There’s no greater bellwether of the mood in Hollywood than the Hollywood Foreign Press, and this year, its members are saying it’s time to make way for women. It was likely to be a woman-centric year anyway, following Hillary Clinton’s loss in the presidential election and the installment of President Trump. But with the rolling wave of sexual harassment and assault allegations cresting through Hollywood, the media and Congress, the gender dynamics of the nominees seem more pointed than ever.
For Emmy-winning series “The Handmaid’s Tale,” in which women are marked possessions, the patriarchal dystopia of Offred’s (Elisabeth Moss) world seemed to anticipate the horror we have all felt upon learning about Harvey Weinstein’s chokehold on the women around him in the entertainment industry. But maybe more importantly, that dystopia isn’t just happening in that one specific area; it is all around us. The past few months have been those of reckoning for Hollywood, which often — especially in awards season — holds itself up as a beacon of progressivism and inclusion. But with more and more stories appearing of long-hidden misconduct coinciding with awards season, it’s not surprising that the noms feel like they are compensating for bad news; as if Hollywood is trying to assert that despite the headlines, there are good people comprising a good industry that makes good, forward-thinking, accepting works of art.
So, the nominations are flooded with women, in what is almost a parody of Netflix’s infamous recommendation for more stories with “strong female leads.” Several of the nommed stories showcase violence against women, whether that is in the privileged enclaves of HBO’s “Big Little Lies” or the widespread regime of Hulu’s “Handmaid’s Tale.” Both present women at very different levels of privilege, but with intimate challenges and victories that surround children, family and the domestic sphere. Offred and Celeste (Nicole Kidman), both Emmy winners, are abused survivors — both chained to brutally violent men who pursue them sexually, both trying to find a way to press that precarious position to their advantage.
Showtime’s “Twin Peaks: The Return,” from auteur David Lynch, is a show founded on the murder of one woman, whose haunting scream in the final seconds cracks through the firmament of the show’s more superficial appeal. Stories such as FX’s “Feud: Bette and Joan” and USA’s “The Sinner” emphasize systemic disadvantages against women, while also showcasing meaty performances by Susan Sarandon, Jessica Lange, and Jessica Biel, playing suffering, flawed women.
Then there are the Clinton surrogates — the stories about women in leadership positions being thwarted by existing power structures, including Queen Elizabeth II (Claire Foy) in “The Crown.” Even, arguably, the film nominee “Three Billboards Outside Ebbing, Missouri,” about a disliked middle-age woman trying to effect change in her community, has traces of grappling with the Clinton phenomenon: Frances McDormand’s character is unlikeable, and “likability,” as a construct, has proven to be an enormously gendered one in 2017.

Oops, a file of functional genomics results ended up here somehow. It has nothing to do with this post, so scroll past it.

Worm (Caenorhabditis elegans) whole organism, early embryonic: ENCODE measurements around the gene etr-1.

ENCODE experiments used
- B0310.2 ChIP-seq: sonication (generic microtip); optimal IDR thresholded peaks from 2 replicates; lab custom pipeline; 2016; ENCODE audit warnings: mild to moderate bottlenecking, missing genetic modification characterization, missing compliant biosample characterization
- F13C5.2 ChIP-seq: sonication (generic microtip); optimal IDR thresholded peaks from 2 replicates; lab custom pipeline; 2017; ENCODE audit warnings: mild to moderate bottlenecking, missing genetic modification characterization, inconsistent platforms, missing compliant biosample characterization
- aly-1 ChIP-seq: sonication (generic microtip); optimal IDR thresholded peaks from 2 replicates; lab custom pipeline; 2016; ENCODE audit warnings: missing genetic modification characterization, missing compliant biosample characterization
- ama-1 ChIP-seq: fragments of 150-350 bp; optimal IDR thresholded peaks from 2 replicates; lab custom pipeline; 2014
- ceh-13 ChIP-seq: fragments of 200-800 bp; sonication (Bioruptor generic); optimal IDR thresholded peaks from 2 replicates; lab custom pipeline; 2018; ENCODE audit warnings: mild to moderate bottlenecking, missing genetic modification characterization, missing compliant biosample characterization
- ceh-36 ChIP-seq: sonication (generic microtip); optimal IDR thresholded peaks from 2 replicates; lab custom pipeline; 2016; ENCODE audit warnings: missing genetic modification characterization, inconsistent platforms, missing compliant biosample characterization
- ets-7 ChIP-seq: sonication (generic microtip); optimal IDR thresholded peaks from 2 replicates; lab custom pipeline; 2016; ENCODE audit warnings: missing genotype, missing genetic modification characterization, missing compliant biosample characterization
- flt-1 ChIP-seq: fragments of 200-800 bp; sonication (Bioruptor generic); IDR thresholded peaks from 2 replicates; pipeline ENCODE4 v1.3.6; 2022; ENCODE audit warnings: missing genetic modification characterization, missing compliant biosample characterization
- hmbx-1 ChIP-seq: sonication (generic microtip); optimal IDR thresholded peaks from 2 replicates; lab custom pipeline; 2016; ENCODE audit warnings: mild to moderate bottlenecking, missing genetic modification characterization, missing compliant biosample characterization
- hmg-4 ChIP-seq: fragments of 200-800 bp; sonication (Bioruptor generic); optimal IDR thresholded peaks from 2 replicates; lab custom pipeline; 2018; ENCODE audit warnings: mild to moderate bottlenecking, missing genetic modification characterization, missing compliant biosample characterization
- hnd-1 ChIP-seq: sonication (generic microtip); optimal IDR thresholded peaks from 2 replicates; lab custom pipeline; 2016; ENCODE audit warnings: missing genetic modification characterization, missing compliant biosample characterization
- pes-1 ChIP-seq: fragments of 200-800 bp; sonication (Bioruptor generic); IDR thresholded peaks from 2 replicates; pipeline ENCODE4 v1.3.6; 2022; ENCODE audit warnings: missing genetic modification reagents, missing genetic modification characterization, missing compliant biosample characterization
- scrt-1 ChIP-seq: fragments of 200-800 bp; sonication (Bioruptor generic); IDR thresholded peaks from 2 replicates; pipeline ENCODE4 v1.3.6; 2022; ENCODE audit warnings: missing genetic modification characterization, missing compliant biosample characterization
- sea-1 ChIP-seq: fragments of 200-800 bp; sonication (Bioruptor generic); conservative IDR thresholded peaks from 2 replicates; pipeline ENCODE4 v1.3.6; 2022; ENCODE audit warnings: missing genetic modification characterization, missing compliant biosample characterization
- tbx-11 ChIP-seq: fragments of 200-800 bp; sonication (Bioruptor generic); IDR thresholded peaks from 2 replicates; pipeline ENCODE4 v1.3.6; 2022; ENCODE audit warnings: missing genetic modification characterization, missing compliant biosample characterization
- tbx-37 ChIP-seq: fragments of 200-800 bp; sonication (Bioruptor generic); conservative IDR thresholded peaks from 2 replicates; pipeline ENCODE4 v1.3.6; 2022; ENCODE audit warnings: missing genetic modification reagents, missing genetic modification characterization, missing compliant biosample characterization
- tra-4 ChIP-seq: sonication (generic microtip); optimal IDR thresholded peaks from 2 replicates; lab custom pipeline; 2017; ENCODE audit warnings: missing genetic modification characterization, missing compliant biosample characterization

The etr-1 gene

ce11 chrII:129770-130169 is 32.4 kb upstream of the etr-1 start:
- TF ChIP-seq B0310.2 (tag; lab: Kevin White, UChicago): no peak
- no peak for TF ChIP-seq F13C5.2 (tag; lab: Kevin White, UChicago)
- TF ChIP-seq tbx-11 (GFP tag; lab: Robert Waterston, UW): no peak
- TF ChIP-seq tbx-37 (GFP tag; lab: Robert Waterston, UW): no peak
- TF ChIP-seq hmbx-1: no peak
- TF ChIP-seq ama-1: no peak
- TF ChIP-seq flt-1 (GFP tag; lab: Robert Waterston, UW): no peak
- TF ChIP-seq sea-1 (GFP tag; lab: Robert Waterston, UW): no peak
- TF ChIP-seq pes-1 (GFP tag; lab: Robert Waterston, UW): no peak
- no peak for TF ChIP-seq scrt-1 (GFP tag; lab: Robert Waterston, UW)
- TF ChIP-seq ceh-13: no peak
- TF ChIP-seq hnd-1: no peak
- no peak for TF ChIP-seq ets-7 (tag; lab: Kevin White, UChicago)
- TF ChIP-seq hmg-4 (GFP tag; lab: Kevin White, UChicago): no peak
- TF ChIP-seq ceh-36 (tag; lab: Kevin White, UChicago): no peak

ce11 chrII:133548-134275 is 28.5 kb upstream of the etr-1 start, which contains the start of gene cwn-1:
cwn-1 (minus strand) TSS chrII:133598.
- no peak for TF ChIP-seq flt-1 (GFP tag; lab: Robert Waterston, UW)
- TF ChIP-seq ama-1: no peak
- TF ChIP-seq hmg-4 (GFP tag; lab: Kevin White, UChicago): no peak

And perhaps most relevant, there are several nominated stories about women who present themselves as figures of consumption for an audience — whether that is the sex workers of HBO’s “The Deuce,” who strut on 42nd Street, or the costumed wrestlers of Jenji Kohan’s “GLOW,” on Netflix. “GLOW,” like film nominee “I, Tonya” and the aforementioned “Feud,” examine media representation of female rivalries — exploring not just the real-life dynamics of these easily dramatized relationships, but also why the viewing audience so desperately wants to witness such a competitive dynamic. Even “Battle of the Sexes,” for which Steve Carell was nominated for comedy actor and Emma Stone for comedy actress, examines the dynamics of gender rivalry, albeit from the perspective of pitting men directly against women.
The focus on gender inequality is so pronounced that even seemingly such unrelated films as “The Post” are, in fact, saturated with observations about gender dynamics. Those that aren’t focused on gender, including film nominees “Dunkirk” and “The Greatest Showman” and TV nominees “This Is Us” and “Stranger Things,” seem like tales from a different era.
But the focus on gender representation does come at the expense of what had until recently been the focus of the big Hollywood award shows — racial representation, as popularized in the hashtagged movement #OscarsSoWhite. A few years ago, the racial dynamics of awards shows were front-and-center; now that conversation has taken a backseat to the revelation that misogyny is alive and well in Hollywood. As a result, women may dominate the stories, but they are mostly white women — whether that is Saoirse Ronan’s charming misfit lead in Greta Gerwig’s “Lady Bird,” or the leads of Jane Campion’s moody second installment of “Top of the Lake: China Girl.” Only one TV nominee (“Insecure’s” Issa Rae) is a woman of color, though things are slightly more inclusive when looking at film’s supporting actress category: Octavia Spencer, Mary J. Blige and Hong Chau take three of the five spots.
It’s strange: Performances from such actresses as Foy, Moss, Kidman, Maggie Gyllenhaal and Margot Robbie have captivated Hollywood this year, marking the female performers more captivating and projecting a sense of more timely significance than their male counterparts. But these performers are all white, and though it is wonderful to embrace talented female performers, it is difficult to reconcile their homogeneity with the desperate need for representation across the board in Hollywood. Trailblazing white women are a great place to start, but one hopes that the Hollywood Foreign Press will not stop here.